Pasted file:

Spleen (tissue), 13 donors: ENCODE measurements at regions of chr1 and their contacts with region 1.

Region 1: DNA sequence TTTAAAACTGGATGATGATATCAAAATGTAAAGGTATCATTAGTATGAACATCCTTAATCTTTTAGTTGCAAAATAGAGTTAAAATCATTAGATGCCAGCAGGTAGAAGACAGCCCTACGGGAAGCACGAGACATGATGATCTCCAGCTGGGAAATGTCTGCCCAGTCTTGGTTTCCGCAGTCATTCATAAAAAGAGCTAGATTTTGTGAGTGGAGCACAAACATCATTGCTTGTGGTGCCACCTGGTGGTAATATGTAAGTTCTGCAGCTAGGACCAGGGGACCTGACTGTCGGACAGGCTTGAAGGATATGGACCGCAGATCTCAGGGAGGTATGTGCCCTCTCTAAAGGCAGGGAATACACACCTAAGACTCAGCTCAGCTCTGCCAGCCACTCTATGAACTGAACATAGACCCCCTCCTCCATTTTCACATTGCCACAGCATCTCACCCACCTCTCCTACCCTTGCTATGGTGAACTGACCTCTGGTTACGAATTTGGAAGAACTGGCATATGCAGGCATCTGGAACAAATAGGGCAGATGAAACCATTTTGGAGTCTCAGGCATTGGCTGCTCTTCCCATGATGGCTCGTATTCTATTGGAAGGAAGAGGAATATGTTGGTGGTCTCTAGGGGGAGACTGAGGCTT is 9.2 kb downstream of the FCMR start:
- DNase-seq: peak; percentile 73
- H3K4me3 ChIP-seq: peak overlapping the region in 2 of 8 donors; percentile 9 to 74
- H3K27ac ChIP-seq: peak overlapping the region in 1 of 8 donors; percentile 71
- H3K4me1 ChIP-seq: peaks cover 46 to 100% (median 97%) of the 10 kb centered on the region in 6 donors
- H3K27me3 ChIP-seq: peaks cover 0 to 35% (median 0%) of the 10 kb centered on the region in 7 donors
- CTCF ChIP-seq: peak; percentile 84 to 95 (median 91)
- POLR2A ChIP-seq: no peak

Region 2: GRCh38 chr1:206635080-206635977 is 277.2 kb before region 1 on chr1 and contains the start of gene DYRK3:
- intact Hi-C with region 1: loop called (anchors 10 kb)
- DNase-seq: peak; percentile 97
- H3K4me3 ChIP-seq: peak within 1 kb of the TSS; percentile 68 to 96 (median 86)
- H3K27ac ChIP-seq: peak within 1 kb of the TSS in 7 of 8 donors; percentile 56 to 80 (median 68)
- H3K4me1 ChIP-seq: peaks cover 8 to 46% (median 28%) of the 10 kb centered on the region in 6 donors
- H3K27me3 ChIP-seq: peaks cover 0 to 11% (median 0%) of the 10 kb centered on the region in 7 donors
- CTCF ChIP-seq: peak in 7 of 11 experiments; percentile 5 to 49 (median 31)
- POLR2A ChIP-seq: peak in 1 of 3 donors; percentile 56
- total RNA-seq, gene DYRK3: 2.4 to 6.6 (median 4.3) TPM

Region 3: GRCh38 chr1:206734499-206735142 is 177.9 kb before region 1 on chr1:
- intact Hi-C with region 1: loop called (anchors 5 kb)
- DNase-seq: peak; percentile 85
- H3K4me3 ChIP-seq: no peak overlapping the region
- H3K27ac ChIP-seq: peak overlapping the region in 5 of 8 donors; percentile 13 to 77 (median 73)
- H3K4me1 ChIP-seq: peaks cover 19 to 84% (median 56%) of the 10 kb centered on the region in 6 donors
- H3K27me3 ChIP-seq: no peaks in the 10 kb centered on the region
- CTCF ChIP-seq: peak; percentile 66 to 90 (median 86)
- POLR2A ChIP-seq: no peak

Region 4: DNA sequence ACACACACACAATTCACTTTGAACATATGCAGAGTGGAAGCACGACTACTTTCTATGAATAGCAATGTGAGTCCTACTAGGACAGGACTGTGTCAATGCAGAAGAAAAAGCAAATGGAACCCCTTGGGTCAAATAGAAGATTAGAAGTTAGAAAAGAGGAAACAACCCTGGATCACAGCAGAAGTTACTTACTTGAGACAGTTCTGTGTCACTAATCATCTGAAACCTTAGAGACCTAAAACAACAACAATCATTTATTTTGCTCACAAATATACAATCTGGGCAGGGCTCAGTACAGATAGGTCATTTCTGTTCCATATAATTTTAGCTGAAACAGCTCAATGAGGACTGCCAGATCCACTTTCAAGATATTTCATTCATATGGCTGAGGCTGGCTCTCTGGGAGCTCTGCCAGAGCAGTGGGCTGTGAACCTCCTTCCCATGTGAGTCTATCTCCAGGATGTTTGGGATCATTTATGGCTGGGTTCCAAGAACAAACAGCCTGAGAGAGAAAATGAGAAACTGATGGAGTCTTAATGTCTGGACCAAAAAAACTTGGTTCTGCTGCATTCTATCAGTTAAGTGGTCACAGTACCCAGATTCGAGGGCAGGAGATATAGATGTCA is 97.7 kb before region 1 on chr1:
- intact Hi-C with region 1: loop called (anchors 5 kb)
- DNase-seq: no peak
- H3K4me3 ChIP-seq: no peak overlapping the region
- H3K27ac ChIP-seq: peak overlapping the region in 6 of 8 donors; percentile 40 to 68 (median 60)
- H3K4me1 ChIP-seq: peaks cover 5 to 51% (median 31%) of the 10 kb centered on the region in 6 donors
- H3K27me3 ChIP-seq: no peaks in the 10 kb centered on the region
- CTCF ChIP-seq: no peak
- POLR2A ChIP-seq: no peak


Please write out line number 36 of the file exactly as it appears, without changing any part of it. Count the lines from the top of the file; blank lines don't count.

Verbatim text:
- CTCF ChIP-seq: no peak